Did you know that the Financial Conduct Authority (FCA) has changed the rules on pension transfer advice? Here’s a rundown of what has changed and how the move could affect you as a saver.
What has changed?
In a bid to improve the quality of advice and ensure customers are able to make informed decisions on a pension transfer, the FCA published PS18/6 in March 2018. Here is a breakdown of the key updates and changes set out by the new rules:
1. Assumption of unsuitability
Before PS18/6 was published, the FCA was in fact planning to loosen the rules on pension transfer advice. CP17/16 was published in June 2017 and proposed a move away from the current rule that all pensions advisers must start from the position that transfers are not appropriate for most clients. It was instead replaced with a neutral position. However, the FCA found that a significant number of UK savers were being wrongly advised on transferring their pensions to schemes that give up their guaranteed retirement benefits. They then made a sharp U-turn on this plan. PS18/6 states that advisers must retain the assumption of unsuitability to minimise the risk of misleading advice.
2. Personal recommendations
The new rules state that all pension transfer advice must be provided in the form of a personal recommendation. The recommendation must take the customer’s individual circumstances into account.
3. Checking pension transfer advice
All reports and transfer advice must now be thoroughly checked by a Pension Transfer Specialist (PTS) before they are presented to the customer. The PTS must check whether the advice is sufficiently complete. They must also confirm in writing that they agree with the advice and recommendations within.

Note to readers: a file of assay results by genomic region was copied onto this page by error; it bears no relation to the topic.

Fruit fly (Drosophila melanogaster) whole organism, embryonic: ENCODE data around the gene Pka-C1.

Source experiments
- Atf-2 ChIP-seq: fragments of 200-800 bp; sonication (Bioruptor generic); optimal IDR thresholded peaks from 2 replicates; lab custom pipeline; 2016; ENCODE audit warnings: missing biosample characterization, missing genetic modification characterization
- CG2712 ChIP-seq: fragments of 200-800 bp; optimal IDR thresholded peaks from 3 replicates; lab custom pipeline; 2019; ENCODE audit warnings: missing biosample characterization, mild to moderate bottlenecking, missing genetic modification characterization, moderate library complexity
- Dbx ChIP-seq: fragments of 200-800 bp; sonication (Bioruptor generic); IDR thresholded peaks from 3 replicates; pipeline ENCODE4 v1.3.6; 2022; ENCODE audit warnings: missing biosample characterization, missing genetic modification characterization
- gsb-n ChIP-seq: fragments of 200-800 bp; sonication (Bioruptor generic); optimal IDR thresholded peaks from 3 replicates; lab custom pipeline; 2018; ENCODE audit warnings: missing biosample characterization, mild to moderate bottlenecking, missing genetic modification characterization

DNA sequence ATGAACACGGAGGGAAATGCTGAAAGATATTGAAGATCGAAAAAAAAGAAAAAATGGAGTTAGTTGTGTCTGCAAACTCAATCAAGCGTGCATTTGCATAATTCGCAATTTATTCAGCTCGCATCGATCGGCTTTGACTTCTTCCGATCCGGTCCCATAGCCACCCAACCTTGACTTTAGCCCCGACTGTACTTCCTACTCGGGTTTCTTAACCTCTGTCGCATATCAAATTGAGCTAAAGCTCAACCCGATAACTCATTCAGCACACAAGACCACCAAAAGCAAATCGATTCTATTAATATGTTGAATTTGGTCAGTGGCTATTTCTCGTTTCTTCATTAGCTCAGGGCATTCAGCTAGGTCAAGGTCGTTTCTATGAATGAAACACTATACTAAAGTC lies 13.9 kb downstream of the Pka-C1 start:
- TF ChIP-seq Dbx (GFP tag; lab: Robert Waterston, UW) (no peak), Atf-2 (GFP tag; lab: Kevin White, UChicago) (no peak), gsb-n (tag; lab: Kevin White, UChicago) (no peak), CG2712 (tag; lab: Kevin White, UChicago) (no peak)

4. Personalised analysis
The old transfer value analysis process will be replaced by a more robust process called Appropriate Pension Transfer Analysis (APTA). This new approach aims to clearly demonstrate the suitability of a transfer recommendation. It will consider things like the impact of tax, trade-offs and other ways of achieving a customer’s pension objectives. In addition to APTA, the FCA is also introducing a Transfer Value Comparator (TVC). This aims to clearly show the value of any benefits being given up in a DB (Defined Benefit) pension scheme and the cost of purchasing the same benefits and income in a DC (Defined Contribution) scheme.
What happens next?
The publishing of PS18/6 demonstrates some large steps forward in helping protect savers from making ill-advised pension transfers. However, there is still much more to come. Further consultation has been carried out since its publication in March. A response is due in the autumn of 2018. This consultation proposes further changes to the FCA’s rules and guidance on pension transfers and is expected to address the following issues:
Qualifications – Pension transfer advisers may be required to have qualifications equal to those of investment advisers
Charging structures – The FCA is considering whether or not it should intervene on charging structures, potentially involving a ban on contingent charging which presents issues with possible conflicts of interest
Initial consultations – Guidance may be released to illustrate how advisers are expected to carry out initial conversations with potential customers. i.e. providing balanced and impartial information on the merits of pension transfers
Customer attitudes – Advisers may be required to analyse their customers’ attitudes towards the risks associated with pension transfers
Watch this space for more updates on the outcome of this further consultation.
If you were wrongly advised or pressured into transferring your pension pot into an unsuitable scheme, this is an act of mis-selling. If you think your pension transfer may have put your pension pot at risk, you may be eligible for compensation. Give our team of solicitors a call for transparent, impartial advice and support, or fill out our contact form to request a callback.